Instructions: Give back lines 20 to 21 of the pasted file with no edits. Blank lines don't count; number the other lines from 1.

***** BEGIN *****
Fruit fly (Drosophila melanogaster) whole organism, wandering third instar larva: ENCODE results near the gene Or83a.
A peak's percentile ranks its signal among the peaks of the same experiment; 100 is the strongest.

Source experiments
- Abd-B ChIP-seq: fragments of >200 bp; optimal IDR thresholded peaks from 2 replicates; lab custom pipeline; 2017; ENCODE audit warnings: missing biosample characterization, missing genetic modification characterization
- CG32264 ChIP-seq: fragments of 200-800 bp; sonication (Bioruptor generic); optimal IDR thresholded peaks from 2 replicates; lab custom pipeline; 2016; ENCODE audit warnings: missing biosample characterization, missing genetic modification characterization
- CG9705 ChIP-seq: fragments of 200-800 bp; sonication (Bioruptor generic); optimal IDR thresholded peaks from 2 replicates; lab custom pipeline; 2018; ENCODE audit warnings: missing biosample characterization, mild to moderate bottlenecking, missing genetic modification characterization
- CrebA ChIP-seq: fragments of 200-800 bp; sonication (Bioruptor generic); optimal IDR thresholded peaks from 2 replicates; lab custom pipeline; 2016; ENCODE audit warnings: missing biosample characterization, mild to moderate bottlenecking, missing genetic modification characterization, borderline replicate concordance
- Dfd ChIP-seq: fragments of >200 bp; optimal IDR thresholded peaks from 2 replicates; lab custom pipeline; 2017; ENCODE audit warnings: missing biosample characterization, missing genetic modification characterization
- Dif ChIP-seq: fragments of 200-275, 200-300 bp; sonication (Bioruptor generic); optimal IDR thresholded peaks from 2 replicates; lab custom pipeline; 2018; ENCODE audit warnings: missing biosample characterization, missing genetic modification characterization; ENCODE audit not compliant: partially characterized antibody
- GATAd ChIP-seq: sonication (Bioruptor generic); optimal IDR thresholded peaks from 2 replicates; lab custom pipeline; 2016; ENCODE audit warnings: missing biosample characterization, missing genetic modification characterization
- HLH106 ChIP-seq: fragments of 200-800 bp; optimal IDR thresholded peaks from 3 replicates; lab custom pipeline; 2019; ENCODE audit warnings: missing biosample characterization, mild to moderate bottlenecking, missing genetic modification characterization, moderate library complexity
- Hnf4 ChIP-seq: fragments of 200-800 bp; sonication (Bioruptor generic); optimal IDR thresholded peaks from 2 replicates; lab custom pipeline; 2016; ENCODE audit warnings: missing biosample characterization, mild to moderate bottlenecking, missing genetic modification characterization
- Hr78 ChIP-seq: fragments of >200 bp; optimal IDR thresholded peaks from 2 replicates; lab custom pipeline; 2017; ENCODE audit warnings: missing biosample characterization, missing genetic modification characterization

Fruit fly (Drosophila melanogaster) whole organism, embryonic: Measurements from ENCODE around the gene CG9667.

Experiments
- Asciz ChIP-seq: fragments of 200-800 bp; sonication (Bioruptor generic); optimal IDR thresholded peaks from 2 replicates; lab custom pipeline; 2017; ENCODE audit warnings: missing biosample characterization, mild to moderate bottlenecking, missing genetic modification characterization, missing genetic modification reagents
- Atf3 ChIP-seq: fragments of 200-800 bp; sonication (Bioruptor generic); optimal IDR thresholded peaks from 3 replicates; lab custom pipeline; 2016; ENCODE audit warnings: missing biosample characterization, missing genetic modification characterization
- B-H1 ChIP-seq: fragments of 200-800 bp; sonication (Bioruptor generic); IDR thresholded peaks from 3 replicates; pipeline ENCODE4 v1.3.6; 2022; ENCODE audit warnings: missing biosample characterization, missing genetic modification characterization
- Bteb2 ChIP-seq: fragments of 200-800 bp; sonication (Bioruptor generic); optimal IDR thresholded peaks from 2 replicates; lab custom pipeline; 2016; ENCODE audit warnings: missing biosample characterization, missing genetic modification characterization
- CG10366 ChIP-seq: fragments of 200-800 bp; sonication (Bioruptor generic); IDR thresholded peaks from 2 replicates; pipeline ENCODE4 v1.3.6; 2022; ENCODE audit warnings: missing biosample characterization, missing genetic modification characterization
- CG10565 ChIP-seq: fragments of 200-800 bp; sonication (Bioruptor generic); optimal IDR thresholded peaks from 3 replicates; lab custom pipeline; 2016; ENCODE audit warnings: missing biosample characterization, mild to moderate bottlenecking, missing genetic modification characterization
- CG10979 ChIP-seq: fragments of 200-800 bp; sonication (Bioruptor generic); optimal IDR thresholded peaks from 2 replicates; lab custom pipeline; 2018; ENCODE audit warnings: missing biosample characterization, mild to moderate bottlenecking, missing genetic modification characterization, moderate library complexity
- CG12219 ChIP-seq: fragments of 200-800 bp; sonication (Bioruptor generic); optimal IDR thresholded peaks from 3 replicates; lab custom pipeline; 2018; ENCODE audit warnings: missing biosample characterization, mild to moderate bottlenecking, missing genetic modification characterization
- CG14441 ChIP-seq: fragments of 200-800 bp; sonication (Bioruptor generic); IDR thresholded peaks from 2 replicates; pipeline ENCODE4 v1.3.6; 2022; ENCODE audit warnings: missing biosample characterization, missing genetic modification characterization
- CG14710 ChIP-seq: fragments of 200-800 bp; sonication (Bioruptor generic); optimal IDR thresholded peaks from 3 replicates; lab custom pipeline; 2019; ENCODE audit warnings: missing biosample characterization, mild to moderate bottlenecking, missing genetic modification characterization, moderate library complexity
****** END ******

- CG10366 ChIP-seq: fragments of 200-800 bp; sonication (Bioruptor generic); IDR thresholded peaks from 2 replicates; pipeline ENCODE4 v1.3.6; 2022; ENCODE audit warnings: missing biosample characterization, missing genetic modification characterization
- CG10565 ChIP-seq: fragments of 200-800 bp; sonication (Bioruptor generic); optimal IDR thresholded peaks from 3 replicates; lab custom pipeline; 2016; ENCODE audit warnings: missing biosample characterization, mild to moderate bottlenecking, missing genetic modification characterization